I am honored and privileged to be able to present to readers of www.ShivaGuide.com some excerpts from the writings of Melinda Ehrlich. Much more of Melinda’s great writing can be found on her website at http://www.melindaehrlich.com/blog/
An Orthodox Jewish boy calls his mother. “Mom, I met a girl,” he confides.
“I’m getting married.”
“Wonderful!” his mom qvells (for the goyim: reacts with immense pleasure)
“There’s only one problem. She’s a Native American. Her name is Running
Deer but I love her so much that I’ve taken on a Native American name too:
This is met with silence.
“Mom, why are you so quiet?”
“I’ve taken on a new name too,” she says, “Sitting Shiva.”
Sitting shiva is no laughing matter. Or is it? For as many years as I’ve been married to Kenny, the two of us have held that nothing is sacred if we find humor in it. If it’s funny, convention goes out the window. Just as The New York Times film critic A.O. Scott was trying to find “the sweet spot between ickiness and humor” in a review I read, we are going to look at some memorably amusing moments in post-mortem rituals.
My purpose is not to be purely irreverent, but to celebrate, if you will, some very funny, strange and unexpected incidents that have transpired during Jewish shiva periods. In this way the deceased will be memorialized and hopefully, everybody will start to feel a little better. The seed for this book started in 1998 while sitting shiva for my father-in-law. The stories that came out that week! Did our crazy Uncle Bob have to tell me that my father-in-law was the most well- hung of all his brothers? Too much information? Perhaps, but funny, nonetheless. And the stories and the well-wishers kept coming! Like the woman who told us that when she lost her husband Julius, she sighed, “Well, at least I know where he’s sleeping tonight.”
I speak from experience of losing four immediate family members within a period of eleven years. With that disclaimer, I cannot be accused of poking fun at something so sacred that I know nothing about. Allen Klein put it nicely in The Courage to Laugh: If you’re close to the pain you can joke about it; those who aren’t, shouldn’t.
Dying and mourning. Everyone thinks about it, talks about it, and zillions of pages have been dedicated to it. Though inevitable, it can be depressing to think we are merely Shakespearean poor players who strut and fret our hours across the stage until we are heard from no more. Not in my book! (NIMB) Unless the deceased was a mass murderer or a child molester, in which case, they can go to hell; all others are fair game to be unconventionally memorialized in the pages of this book.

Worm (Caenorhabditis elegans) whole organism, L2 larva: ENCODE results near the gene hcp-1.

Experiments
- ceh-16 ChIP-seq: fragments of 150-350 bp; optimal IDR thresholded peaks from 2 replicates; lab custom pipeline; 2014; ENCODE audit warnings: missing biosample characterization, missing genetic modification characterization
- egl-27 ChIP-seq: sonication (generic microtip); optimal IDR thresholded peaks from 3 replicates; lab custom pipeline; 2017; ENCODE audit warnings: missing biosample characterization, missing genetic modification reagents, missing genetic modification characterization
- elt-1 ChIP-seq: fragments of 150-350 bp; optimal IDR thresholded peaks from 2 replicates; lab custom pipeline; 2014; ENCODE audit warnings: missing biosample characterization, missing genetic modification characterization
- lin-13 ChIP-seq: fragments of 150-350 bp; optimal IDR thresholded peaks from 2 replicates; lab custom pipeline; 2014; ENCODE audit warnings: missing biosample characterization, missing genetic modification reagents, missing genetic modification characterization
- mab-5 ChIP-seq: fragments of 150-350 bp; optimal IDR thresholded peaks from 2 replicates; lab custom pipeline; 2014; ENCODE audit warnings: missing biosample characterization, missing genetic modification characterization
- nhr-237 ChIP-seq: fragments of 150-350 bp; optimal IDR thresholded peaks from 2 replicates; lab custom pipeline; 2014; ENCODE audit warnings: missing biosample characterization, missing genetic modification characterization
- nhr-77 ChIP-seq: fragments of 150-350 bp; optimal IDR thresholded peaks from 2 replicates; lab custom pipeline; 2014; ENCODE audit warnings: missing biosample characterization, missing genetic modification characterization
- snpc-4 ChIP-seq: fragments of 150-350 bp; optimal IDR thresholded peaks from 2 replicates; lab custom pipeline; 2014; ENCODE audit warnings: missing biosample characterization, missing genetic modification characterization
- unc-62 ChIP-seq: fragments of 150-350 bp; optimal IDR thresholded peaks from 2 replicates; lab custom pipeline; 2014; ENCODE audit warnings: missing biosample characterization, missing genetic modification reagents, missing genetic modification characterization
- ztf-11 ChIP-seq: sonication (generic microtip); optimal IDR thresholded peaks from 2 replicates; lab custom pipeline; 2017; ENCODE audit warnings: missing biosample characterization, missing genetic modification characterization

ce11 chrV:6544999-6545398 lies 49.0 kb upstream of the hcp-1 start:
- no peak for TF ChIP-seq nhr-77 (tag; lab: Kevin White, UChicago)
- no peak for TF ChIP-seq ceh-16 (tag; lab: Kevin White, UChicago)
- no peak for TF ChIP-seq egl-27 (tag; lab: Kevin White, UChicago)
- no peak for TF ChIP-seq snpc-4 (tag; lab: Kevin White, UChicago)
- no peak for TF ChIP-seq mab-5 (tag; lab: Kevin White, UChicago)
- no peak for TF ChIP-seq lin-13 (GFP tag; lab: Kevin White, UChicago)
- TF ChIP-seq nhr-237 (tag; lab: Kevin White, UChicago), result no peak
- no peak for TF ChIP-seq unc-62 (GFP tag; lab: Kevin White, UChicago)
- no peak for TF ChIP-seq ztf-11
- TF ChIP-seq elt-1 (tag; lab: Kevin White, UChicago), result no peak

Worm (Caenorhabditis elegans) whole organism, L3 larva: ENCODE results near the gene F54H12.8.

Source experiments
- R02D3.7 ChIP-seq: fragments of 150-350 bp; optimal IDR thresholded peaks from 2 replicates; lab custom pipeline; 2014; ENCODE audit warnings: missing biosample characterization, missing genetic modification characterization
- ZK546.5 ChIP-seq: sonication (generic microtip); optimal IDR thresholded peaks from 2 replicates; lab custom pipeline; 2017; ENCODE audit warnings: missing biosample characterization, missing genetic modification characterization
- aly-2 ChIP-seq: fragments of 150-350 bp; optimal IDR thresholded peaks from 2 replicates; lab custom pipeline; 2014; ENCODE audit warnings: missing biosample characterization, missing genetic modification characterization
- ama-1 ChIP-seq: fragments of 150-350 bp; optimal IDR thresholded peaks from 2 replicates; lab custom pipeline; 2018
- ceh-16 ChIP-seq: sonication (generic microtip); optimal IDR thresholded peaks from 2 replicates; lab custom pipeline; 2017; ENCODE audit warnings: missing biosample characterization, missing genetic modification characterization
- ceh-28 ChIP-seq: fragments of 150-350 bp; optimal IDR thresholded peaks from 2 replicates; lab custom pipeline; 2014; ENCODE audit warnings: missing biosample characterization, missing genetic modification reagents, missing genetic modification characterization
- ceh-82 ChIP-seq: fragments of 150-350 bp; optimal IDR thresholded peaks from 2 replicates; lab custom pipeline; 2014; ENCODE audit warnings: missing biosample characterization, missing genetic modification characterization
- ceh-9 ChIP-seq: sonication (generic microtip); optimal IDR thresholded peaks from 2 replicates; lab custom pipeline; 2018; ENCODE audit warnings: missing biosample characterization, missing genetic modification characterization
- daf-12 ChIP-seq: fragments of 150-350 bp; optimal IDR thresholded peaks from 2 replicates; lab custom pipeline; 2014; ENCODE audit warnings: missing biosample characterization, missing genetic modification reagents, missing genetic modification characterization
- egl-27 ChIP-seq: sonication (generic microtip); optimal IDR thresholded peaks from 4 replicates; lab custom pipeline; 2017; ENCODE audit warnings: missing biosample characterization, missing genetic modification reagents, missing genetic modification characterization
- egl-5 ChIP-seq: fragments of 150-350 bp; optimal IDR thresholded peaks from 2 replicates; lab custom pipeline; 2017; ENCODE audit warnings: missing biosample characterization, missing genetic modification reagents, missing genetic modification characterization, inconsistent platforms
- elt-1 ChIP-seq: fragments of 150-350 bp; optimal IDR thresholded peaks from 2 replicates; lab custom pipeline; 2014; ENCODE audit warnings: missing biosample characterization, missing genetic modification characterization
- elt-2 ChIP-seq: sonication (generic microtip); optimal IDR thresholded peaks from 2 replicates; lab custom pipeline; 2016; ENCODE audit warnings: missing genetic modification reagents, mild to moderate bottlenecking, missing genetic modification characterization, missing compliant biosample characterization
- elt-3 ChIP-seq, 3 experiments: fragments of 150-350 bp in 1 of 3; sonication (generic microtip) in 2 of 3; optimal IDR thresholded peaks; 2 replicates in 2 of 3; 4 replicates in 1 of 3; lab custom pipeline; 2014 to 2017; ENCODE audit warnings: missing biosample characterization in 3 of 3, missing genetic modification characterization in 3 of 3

There is nothing like a good distraction during the week of mourning. At the same shiva where I found out about my father-in-law being well-endowed, enter: Ben, the companion of Kenny’s lovingly bawdy Aunt Rozzie who was staying at our house that week. A proper little old man, clad in a navy blue brass-buttoned double-breasted blazer, he never went out without his World War II V.F.W. hat. You’ve seen the type. Uncle Bob, the family macher (the big shot who is supposed to command respect) nicknamed him “the Commodore,” but Ben reminded me more of Paul McCartney’s grandfather in “Help” – only older. In his youth, Ben was a long-distance runner, even an Olympic hopeful, and at 92, he had never lost his zest for life.
It was a long day of shiva and after a few hours, he announced, “I’m going out for a walk.” We were expecting nothing short of a vigorous saunter from this vibrant old codger. He buttoned up, tied a wool scarf around his neck, donned a pair of gloves and went out to face the elements (a pleasant 45 degree late November afternoon). We watched him totter down our rather steep driveway, turn left, walk just a few steps up the block, about face and continue past the driveway a few more paces. Going about our business of greeting guests, noshing and listening to Uncle Bob’s dirty jokes, we forgot all about Ben.
In the 45 minutes he was gone we were so pre-occupied that when he returned, we felt a little guilty (and what’s a day without Jewish guilt?) that we hadn’t missed him. Walking through the unlocked door (shiva houses are supposed to keep the doors open for visitors) Ben, visibly winded, rasped, “I couldn’t figure out which house you lived in.” In the end, he had spared us the opportunity to panic, so we made a big deal and told him how impressed we were with his “workout.” Kenny and I looked at each other trying not to die laughing, but we had to give him credit. When we’re nonagenarians, I hope we can mobilize for 45 minutes. “Commodore” Ben Goodman was a good man who passed away several years later at age 95.
Note: Little did we know then that there actually is a ritual which involves walking. At the conclusion of shiva the family is supposed to take a shpatzir around the block which symbolizes the need to rejoin the world in spite of their grief. Ben may have made it around the block, but we’ll never know.
I am honored and privileged to be able to present to readers of www.ShivaGuide.com some excerpts such as this from the writings of Melinda Ehrlich. Much more of Melinda’s great writing can be found on her website at http://www.melindaehrlich.com/blog/